The last quarter of 2011 was very busy for me, so I apologize to you (and to myself) for not being able to hit my personal goal of posting 24 blogs within the one year period from November 2011 to November 2012. It wasn't for lack of trying, but just based on being totally overloaded, with work, conferences, professional and personal obligations and a job search, which, happily, resulted in a new position for me with Digital Realty, the premier and largest data center developer/owner in the known universe. For quite some time, I've wanted to explore the topic of the real value and cost equation relationship in the contemporary data center. The way this blog started was totally different than how it ended, but here goes...
This is a high-level, conceptual exploration of the topic looking at value instead of operational issues or an accounting/audit review of the costs involved and metrics used to evaluate and calculate the relative value and cost of operating a data center.
Certainly, the equation will vary based on the type of data center being considered. Is the facility a "lights out” operation? Is it a Colocation/Managed Services facility"? Is it a Cloud-operation? Is it owned by an "Enterprise”? Each one of these will prompt a different model entailing different costs. All of these facilities and others will have certain features and factors in common, but the operational goal or mission statement of the facility will have implications related to availability, resiliency and the resulting cost.
All data centers use electricity (though that electricity may be created on-site through an unconventional source [think Bloom Box, or micro-turbines]), water (at least to some degree), are located on and in some form of real estate, employ a certain number of professionals (depending on facility type), and have other development and operational costs associated.
Data centers are far from inexpensive to build. Even if one is able to take advantage of existing infrastructure, acquisition and (re)development, capital costs can range from $4,000 to $22,000 per kilowatt, depending on the mechanical and electrical design as well as other structural features. You might be calling "B*[[$+£¥" based on the wide range, so let's accept that the mean cost is about $8,000 per kilowatt, not including acquisition cost. The range fluctuation can definitely be associated with the Tier Level rating created by the Uptime Institute (www.uptimeinstitute.com), or specifically as mentioned above based on mechanical and electrical design redundancy.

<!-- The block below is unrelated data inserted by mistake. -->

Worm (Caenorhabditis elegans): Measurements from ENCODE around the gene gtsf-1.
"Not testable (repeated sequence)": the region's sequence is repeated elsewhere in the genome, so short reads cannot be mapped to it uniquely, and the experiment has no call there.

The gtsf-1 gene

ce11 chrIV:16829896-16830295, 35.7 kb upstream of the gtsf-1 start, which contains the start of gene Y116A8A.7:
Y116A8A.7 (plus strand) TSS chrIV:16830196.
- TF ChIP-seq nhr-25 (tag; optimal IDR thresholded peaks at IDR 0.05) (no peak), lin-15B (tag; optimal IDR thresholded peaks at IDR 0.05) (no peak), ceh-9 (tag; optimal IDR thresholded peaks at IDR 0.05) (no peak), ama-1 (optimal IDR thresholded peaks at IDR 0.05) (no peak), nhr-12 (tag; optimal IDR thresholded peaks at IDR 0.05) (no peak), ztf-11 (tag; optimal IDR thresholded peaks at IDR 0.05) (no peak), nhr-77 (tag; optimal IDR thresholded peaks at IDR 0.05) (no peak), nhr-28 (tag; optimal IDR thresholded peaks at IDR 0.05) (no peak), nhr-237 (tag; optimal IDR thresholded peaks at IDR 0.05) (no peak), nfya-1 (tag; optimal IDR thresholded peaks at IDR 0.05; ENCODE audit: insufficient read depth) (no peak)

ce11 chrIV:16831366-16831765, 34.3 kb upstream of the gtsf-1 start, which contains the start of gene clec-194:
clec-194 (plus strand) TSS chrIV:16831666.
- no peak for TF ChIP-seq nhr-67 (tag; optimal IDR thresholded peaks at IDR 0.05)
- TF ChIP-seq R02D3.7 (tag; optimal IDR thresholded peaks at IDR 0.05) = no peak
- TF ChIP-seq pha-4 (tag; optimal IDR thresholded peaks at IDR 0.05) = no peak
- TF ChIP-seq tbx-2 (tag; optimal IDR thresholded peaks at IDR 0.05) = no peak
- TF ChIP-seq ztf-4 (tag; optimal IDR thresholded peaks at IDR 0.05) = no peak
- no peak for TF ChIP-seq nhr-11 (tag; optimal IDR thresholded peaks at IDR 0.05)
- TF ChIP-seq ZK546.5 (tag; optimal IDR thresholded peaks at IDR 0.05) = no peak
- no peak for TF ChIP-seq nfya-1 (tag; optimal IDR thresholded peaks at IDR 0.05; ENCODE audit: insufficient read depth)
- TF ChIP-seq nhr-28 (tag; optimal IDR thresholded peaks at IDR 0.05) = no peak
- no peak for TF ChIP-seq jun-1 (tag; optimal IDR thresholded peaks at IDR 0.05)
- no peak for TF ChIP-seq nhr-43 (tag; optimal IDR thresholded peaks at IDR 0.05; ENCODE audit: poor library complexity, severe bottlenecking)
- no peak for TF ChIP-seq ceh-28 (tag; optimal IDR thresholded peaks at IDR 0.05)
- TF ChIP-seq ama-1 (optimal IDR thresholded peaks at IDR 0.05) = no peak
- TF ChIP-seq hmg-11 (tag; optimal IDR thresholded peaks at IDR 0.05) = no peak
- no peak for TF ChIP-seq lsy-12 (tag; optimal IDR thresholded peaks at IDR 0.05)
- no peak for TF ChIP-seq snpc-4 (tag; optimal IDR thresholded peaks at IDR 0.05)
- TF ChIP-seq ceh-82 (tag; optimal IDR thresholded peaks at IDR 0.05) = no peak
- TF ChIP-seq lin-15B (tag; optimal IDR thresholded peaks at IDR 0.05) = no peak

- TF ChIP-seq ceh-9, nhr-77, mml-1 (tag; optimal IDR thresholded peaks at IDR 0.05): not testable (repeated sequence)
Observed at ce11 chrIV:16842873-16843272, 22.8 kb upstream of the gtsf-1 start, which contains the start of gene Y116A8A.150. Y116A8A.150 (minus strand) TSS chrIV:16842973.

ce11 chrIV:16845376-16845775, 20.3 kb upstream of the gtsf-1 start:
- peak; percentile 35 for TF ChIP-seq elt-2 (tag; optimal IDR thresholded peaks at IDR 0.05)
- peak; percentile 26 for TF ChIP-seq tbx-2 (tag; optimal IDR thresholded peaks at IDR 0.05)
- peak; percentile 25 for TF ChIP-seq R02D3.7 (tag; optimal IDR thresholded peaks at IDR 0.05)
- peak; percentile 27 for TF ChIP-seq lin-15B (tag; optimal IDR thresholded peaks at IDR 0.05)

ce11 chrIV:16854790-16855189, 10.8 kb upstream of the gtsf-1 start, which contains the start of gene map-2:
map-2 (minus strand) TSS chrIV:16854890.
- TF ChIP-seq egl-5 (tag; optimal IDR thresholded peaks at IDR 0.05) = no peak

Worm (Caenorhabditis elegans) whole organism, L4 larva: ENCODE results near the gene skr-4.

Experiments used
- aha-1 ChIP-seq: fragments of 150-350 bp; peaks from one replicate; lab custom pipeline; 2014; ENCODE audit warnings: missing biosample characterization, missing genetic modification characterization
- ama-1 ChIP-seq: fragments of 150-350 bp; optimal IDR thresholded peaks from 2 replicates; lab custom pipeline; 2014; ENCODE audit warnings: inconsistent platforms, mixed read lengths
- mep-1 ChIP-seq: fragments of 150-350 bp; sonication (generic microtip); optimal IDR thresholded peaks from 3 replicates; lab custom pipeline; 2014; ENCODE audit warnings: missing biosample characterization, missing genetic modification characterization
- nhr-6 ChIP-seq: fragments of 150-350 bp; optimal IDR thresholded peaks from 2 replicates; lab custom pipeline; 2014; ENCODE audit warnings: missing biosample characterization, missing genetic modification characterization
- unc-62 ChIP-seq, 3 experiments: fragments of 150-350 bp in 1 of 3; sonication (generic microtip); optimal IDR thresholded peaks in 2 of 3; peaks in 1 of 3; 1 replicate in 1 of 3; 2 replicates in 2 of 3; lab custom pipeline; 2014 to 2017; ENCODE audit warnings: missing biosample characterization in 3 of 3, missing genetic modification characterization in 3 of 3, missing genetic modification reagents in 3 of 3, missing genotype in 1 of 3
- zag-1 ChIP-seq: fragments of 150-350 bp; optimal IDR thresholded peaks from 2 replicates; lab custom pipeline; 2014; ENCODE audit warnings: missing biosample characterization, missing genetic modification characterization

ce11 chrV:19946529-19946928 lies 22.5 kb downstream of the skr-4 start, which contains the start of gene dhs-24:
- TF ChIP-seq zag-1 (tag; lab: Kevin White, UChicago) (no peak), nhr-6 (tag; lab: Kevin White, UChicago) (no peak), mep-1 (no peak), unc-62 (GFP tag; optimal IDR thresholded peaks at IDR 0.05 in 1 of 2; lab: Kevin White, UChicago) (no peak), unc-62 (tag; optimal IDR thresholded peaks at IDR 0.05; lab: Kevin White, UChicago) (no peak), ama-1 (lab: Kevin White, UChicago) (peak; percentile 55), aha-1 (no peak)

Let's assume that to maximize the investment, the facility must contain at least 150,000 square feet and be located on at least 6 acres of land. Let's also assume that we don't want to deal with any existing field or legacy conditions in a building, so we'll be acquiring raw land, or if a building does exist, we'll demolish it. Since we are "server-huggers" we need to be in a major metropolitan area, so our land cost will be higher than if located in a rural area. I'm estimating about $80 per land square foot. So, let's gather this information for our initial pricing model:
Land acquisition cost - $21,000,000
Building shell cost - $11,250,000
Office space cost - $ 900,000
Soft costs (including cost of capital) - $38,620,360
We usually estimate that about 70% of a facility will be used as "white" space (where the computers are located). Therefore, of the 150ksf, we will have about 105ksf of compute space. In this amount of space, we'll need about 10 - 15 Megawatts of Critical power, that is, power that only supports the IT gear. Development of the white space will likely take place in phases as forecast demand begins to exceed capacity. Based on the above assumptions, the white space or data hall cost of development would be about $120,000,000.